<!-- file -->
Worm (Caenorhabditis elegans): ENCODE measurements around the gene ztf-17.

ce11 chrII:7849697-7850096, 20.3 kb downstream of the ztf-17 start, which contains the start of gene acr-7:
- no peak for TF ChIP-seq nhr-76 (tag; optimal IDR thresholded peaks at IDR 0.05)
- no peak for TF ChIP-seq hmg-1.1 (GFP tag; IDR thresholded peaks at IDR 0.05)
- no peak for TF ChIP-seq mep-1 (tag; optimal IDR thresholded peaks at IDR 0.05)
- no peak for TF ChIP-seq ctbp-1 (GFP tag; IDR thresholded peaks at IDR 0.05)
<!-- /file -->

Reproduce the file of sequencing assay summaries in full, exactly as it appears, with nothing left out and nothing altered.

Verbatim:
Worm (Caenorhabditis elegans): ENCODE measurements around the gene ztf-17.

ce11 chrII:7849697-7850096, 20.3 kb downstream of the ztf-17 start, which contains the start of gene acr-7:
- no peak for TF ChIP-seq nhr-76 (tag; optimal IDR thresholded peaks at IDR 0.05)
- no peak for TF ChIP-seq hmg-1.1 (GFP tag; IDR thresholded peaks at IDR 0.05)
- no peak for TF ChIP-seq mep-1 (tag; optimal IDR thresholded peaks at IDR 0.05)
- no peak for TF ChIP-seq ctbp-1 (GFP tag; IDR thresholded peaks at IDR 0.05)